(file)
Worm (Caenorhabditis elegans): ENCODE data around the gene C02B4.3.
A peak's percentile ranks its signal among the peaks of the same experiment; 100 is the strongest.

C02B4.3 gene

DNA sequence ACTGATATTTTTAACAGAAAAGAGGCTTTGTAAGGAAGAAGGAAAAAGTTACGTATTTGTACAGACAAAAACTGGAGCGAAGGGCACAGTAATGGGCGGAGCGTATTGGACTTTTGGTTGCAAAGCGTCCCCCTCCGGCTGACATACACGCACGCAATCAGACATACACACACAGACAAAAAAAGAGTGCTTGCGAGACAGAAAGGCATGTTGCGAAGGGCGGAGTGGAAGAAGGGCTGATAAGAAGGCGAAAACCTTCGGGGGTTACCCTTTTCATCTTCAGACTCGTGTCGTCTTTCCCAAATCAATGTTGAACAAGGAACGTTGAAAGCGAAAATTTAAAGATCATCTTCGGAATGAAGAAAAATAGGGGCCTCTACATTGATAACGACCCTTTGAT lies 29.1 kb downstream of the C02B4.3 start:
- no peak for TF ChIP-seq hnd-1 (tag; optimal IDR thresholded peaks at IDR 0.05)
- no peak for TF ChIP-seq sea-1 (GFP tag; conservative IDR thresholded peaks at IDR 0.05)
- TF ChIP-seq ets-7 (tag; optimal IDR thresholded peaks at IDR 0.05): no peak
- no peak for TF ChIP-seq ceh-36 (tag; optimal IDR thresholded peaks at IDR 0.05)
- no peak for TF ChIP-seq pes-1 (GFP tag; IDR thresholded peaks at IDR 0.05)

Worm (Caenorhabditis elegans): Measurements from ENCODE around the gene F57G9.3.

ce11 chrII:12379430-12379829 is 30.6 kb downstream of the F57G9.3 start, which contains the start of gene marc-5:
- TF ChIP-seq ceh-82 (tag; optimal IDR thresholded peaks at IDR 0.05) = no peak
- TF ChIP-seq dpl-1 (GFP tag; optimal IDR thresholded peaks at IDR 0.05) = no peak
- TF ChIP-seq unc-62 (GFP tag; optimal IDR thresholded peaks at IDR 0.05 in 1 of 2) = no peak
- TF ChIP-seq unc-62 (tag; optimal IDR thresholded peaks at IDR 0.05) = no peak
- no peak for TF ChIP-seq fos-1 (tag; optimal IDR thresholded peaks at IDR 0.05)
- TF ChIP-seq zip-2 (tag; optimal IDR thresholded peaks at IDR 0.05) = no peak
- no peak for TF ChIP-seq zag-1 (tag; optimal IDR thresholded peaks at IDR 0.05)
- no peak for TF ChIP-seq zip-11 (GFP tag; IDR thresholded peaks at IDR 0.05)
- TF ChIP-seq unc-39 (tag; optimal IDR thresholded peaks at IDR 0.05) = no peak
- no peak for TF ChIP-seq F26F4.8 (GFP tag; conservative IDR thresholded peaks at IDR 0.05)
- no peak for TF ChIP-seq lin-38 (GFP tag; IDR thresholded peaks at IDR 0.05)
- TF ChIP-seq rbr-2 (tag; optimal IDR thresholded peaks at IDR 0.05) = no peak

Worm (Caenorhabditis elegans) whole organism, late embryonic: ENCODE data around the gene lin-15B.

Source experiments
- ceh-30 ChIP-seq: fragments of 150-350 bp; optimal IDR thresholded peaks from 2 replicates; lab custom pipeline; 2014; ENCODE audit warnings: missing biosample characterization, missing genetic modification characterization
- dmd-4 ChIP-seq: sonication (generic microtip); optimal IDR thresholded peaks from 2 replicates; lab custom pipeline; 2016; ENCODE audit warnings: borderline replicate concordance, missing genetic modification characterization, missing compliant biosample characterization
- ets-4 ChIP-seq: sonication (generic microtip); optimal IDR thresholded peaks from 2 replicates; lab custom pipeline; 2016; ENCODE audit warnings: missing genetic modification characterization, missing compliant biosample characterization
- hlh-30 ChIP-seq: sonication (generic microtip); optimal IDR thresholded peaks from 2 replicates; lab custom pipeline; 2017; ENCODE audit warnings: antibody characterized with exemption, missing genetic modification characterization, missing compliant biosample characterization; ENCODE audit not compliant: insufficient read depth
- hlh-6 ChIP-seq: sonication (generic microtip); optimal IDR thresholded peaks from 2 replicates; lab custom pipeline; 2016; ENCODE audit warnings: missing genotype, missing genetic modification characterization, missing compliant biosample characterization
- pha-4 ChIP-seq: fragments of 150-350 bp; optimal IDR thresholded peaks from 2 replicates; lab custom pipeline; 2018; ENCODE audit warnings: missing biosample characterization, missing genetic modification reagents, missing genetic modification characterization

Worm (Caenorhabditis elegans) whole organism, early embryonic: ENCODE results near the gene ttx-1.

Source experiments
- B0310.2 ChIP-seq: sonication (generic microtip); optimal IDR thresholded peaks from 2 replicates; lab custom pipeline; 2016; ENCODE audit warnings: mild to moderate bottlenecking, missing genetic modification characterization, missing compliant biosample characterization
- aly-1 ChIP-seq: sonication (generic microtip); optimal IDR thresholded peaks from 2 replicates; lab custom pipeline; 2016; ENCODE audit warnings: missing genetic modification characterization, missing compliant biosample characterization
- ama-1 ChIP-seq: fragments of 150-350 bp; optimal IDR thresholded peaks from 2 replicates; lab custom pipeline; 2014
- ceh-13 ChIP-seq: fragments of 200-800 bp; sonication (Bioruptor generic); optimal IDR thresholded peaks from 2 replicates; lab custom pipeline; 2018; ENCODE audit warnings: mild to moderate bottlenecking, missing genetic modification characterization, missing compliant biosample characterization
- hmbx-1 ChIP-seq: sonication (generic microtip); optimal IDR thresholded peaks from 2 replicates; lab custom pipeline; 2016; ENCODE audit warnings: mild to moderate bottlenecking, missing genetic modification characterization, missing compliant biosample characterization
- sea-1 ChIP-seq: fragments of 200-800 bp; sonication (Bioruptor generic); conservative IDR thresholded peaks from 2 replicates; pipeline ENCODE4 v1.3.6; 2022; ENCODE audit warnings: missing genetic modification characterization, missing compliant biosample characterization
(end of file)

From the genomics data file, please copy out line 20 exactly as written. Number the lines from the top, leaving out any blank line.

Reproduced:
- TF ChIP-seq unc-39 (tag; optimal IDR thresholded peaks at IDR 0.05) = no peak